Charles Albert Ray Breeden, 20, a Knoxville native who aspires to go professional in skateboarding, shared that sentiment.

But Breeden also said he has experienced tough hits he was able to walk away from because he was wearing a helmet. Still, he said he believes once a person is of age, they should be able to make the decision on whether or not to wear a helmet.

Getting hassled by cops, helmet or not, encourages some skateboarders to return to specific spots.

"It kind of pushes me more," Brandon Adams, skateboarder and Knoxville resident, said. "It's not that I dislike authority, it's because you're telling me that I can't do something that I want to do.

"It doesn't limit the skill level; it just limits the accessibility of where you can skate."

To get in a day of skating, Phillips will park his car at Tyson Park and skate around the city. Since he's on the go most of the time, he avoids the police, and if he runs into one, he'll go a direction they won't be able to keep up with, he said.

"The cops around here," Phillips said, "they got a lot more going on than just messing with us."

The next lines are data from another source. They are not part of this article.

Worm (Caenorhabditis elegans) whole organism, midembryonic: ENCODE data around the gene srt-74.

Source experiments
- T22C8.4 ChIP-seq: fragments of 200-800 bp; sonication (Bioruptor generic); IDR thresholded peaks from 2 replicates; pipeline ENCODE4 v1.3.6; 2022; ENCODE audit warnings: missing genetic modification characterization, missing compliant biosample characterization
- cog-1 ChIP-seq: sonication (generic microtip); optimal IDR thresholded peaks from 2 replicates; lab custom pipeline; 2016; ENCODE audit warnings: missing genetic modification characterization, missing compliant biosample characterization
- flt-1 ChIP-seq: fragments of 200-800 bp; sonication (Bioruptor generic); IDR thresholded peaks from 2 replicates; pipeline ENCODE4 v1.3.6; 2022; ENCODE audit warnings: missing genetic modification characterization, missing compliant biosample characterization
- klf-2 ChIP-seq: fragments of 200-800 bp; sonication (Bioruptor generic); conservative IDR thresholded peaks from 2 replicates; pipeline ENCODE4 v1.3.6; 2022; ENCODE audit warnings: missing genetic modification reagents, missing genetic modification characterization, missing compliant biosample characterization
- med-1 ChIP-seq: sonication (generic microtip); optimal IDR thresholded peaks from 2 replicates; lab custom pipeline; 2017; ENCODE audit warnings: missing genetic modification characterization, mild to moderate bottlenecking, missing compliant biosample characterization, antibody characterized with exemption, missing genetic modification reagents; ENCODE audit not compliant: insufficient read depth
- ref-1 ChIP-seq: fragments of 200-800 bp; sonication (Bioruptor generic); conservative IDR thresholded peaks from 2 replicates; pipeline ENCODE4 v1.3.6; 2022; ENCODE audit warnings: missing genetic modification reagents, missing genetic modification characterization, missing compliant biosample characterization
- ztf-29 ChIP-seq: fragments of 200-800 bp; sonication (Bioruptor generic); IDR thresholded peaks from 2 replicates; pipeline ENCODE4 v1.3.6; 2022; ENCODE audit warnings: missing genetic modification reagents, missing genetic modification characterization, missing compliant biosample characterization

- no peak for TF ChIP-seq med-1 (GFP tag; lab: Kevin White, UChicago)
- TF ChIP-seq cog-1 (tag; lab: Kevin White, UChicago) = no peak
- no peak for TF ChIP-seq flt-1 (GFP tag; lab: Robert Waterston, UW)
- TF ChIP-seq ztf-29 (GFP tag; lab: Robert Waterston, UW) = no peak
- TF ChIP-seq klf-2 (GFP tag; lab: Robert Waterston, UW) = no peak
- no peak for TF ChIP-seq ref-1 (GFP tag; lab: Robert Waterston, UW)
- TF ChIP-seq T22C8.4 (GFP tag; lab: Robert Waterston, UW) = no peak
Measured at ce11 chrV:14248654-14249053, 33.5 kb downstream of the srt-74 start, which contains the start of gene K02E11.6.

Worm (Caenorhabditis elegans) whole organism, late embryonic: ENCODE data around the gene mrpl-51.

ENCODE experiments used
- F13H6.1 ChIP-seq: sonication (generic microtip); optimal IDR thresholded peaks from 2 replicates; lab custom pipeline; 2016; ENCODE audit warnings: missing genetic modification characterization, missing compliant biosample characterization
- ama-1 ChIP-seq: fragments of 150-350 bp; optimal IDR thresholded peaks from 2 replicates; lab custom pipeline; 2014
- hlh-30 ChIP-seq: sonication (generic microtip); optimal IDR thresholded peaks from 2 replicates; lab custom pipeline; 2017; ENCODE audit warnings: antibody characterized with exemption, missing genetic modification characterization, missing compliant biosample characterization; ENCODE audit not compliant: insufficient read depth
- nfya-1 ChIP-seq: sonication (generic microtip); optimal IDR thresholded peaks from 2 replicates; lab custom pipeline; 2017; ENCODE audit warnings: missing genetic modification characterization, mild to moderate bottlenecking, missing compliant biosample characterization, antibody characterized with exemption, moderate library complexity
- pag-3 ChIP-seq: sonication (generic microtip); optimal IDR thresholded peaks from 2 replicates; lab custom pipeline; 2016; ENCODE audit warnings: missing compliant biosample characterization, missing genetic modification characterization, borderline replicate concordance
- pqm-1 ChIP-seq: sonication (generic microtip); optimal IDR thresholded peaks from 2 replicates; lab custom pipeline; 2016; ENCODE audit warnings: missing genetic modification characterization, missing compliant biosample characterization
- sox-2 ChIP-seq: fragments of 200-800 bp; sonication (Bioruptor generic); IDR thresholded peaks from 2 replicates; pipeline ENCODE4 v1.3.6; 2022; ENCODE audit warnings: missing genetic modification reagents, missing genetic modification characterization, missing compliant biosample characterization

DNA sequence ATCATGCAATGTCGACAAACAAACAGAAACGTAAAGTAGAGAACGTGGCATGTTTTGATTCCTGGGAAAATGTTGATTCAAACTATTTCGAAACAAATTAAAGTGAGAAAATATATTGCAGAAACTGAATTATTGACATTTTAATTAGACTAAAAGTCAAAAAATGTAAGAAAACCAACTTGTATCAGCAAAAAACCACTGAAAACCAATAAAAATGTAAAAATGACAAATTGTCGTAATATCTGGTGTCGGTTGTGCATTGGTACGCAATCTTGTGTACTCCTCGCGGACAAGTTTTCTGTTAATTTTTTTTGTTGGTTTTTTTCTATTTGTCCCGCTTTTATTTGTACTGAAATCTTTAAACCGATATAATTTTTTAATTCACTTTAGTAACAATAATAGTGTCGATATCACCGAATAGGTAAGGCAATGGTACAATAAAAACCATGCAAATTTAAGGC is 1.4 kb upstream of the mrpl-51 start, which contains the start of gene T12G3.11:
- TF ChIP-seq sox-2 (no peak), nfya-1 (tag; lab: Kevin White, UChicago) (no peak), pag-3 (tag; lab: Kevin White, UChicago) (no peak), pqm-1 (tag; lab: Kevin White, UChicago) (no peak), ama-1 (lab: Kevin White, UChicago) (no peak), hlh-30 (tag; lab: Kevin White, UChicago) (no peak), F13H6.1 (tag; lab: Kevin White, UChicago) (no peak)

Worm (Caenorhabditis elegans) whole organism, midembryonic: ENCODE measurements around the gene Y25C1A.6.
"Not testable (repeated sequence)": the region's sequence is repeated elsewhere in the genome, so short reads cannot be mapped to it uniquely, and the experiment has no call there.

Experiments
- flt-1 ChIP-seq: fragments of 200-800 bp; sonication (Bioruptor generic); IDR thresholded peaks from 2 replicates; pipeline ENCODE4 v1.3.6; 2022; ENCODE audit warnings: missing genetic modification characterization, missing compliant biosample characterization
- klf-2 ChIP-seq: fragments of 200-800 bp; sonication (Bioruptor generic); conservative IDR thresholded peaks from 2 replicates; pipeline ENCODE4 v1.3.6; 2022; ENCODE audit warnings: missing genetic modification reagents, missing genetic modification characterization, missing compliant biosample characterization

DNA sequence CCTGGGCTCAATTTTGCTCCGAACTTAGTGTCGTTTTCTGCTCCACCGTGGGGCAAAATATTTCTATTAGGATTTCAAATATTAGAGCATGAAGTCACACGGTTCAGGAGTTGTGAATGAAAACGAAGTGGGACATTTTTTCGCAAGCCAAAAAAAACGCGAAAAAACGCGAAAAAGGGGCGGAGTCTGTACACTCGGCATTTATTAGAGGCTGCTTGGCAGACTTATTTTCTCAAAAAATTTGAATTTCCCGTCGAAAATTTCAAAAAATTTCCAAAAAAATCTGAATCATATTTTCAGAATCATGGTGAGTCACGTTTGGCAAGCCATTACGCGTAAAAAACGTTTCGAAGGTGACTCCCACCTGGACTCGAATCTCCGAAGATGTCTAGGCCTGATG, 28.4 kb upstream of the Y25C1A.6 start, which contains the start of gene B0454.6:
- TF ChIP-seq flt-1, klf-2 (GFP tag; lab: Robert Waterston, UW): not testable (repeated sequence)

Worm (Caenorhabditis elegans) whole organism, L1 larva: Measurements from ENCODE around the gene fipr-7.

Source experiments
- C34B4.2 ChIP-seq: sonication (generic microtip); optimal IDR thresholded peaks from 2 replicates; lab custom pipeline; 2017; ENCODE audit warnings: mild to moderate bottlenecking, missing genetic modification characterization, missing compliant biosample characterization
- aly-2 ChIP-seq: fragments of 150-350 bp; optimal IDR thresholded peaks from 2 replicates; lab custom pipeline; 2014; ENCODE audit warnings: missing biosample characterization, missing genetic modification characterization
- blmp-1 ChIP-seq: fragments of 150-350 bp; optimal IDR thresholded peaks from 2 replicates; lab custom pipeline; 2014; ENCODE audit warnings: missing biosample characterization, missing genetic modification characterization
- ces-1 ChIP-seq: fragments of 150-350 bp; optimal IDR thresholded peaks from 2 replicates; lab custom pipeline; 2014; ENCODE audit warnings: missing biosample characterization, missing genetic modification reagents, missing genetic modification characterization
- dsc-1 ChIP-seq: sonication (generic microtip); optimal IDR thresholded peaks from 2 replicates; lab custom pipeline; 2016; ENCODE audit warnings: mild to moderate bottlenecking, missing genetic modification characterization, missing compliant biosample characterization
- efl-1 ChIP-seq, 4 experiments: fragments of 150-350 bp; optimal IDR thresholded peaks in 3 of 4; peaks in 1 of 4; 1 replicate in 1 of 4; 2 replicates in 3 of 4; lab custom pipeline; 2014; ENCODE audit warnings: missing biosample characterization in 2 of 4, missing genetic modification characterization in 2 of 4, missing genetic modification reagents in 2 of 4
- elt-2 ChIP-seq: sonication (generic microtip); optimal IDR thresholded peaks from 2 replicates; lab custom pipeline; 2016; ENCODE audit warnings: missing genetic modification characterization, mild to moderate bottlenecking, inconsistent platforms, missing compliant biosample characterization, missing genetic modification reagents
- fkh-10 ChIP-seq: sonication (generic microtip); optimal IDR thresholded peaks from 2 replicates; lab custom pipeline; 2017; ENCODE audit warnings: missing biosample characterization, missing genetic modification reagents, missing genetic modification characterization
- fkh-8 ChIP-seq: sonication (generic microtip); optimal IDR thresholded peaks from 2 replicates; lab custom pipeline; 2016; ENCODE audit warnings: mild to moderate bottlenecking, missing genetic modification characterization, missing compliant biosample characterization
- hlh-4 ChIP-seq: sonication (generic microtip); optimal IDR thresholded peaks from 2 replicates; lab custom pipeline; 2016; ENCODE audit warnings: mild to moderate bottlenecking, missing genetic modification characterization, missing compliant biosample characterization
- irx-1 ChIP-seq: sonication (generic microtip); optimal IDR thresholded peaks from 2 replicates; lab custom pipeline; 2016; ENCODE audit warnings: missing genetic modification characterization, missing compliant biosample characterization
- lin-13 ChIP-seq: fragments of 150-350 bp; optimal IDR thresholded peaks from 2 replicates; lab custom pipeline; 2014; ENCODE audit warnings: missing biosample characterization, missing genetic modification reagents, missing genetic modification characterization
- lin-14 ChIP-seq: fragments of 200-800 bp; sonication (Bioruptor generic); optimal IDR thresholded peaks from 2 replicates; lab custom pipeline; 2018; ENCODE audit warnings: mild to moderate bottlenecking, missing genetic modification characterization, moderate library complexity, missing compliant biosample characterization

Adams has gotten four tickets for skateboarding. Philips has seven.

"You can't ticket someone for riding their bike or for riding their scooter," Adams said. "On a bike you can do the same things you do on a skateboard, it's just on a bike. The signs that say no skateboarding don't say no bikes or no scooters, it always says no skateboarding, specifically."

Boarding on Rocky Top

In 2007, in an effort to reduce noise pollution in Presidential Courtyard, a Freshman Council bill was passed that enforces quiet hours from 9 p.m. to 9 a.m. Skateboarders and BMX bikers were direct targets of this bill, especially since renovations to Presidential Courtyard were scheduled in the near future.